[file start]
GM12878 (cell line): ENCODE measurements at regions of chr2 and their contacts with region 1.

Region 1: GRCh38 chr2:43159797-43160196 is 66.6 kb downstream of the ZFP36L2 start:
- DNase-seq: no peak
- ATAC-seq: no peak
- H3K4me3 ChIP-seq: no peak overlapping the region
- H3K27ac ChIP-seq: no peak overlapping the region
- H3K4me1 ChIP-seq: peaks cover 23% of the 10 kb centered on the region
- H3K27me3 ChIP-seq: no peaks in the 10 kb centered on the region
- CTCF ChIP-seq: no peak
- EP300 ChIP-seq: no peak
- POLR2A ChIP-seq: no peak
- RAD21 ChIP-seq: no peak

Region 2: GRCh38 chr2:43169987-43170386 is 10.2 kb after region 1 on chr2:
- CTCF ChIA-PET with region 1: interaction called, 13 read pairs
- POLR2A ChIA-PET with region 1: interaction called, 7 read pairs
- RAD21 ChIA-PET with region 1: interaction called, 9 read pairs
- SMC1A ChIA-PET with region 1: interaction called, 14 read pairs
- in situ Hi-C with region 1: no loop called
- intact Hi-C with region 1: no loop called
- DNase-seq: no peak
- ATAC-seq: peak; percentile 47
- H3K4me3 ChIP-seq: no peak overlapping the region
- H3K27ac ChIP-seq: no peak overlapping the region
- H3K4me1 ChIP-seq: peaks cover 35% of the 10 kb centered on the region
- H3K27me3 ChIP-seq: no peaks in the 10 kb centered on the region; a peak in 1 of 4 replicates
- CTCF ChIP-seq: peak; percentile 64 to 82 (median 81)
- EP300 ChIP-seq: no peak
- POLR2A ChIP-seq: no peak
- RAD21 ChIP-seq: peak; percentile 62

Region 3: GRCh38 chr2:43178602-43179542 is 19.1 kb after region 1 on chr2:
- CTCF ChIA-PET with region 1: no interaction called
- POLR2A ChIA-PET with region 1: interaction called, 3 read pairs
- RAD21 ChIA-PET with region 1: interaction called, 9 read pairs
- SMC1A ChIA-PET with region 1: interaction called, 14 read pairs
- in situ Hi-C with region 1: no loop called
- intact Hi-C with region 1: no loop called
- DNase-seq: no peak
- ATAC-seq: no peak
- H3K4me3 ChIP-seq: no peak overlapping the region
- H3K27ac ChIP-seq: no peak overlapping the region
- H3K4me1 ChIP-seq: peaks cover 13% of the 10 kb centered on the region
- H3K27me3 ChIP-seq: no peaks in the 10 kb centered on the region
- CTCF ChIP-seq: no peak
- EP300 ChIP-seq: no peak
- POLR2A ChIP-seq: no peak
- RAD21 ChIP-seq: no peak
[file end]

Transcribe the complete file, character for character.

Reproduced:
GM12878 (cell line): ENCODE measurements at regions of chr2 and their contacts with region 1.

Region 1: GRCh38 chr2:43159797-43160196 is 66.6 kb downstream of the ZFP36L2 start:
- DNase-seq: no peak
- ATAC-seq: no peak
- H3K4me3 ChIP-seq: no peak overlapping the region
- H3K27ac ChIP-seq: no peak overlapping the region
- H3K4me1 ChIP-seq: peaks cover 23% of the 10 kb centered on the region
- H3K27me3 ChIP-seq: no peaks in the 10 kb centered on the region
- CTCF ChIP-seq: no peak
- EP300 ChIP-seq: no peak
- POLR2A ChIP-seq: no peak
- RAD21 ChIP-seq: no peak

Region 2: GRCh38 chr2:43169987-43170386 is 10.2 kb after region 1 on chr2:
- CTCF ChIA-PET with region 1: interaction called, 13 read pairs
- POLR2A ChIA-PET with region 1: interaction called, 7 read pairs
- RAD21 ChIA-PET with region 1: interaction called, 9 read pairs
- SMC1A ChIA-PET with region 1: interaction called, 14 read pairs
- in situ Hi-C with region 1: no loop called
- intact Hi-C with region 1: no loop called
- DNase-seq: no peak
- ATAC-seq: peak; percentile 47
- H3K4me3 ChIP-seq: no peak overlapping the region
- H3K27ac ChIP-seq: no peak overlapping the region
- H3K4me1 ChIP-seq: peaks cover 35% of the 10 kb centered on the region
- H3K27me3 ChIP-seq: no peaks in the 10 kb centered on the region; a peak in 1 of 4 replicates
- CTCF ChIP-seq: peak; percentile 64 to 82 (median 81)
- EP300 ChIP-seq: no peak
- POLR2A ChIP-seq: no peak
- RAD21 ChIP-seq: peak; percentile 62

Region 3: GRCh38 chr2:43178602-43179542 is 19.1 kb after region 1 on chr2:
- CTCF ChIA-PET with region 1: no interaction called
- POLR2A ChIA-PET with region 1: interaction called, 3 read pairs
- RAD21 ChIA-PET with region 1: interaction called, 9 read pairs
- SMC1A ChIA-PET with region 1: interaction called, 14 read pairs
- in situ Hi-C with region 1: no loop called
- intact Hi-C with region 1: no loop called
- DNase-seq: no peak
- ATAC-seq: no peak
- H3K4me3 ChIP-seq: no peak overlapping the region
- H3K27ac ChIP-seq: no peak overlapping the region
- H3K4me1 ChIP-seq: peaks cover 13% of the 10 kb centered on the region
- H3K27me3 ChIP-seq: no peaks in the 10 kb centered on the region
- CTCF ChIP-seq: no peak
- EP300 ChIP-seq: no peak
- POLR2A ChIP-seq: no peak
- RAD21 ChIP-seq: no peak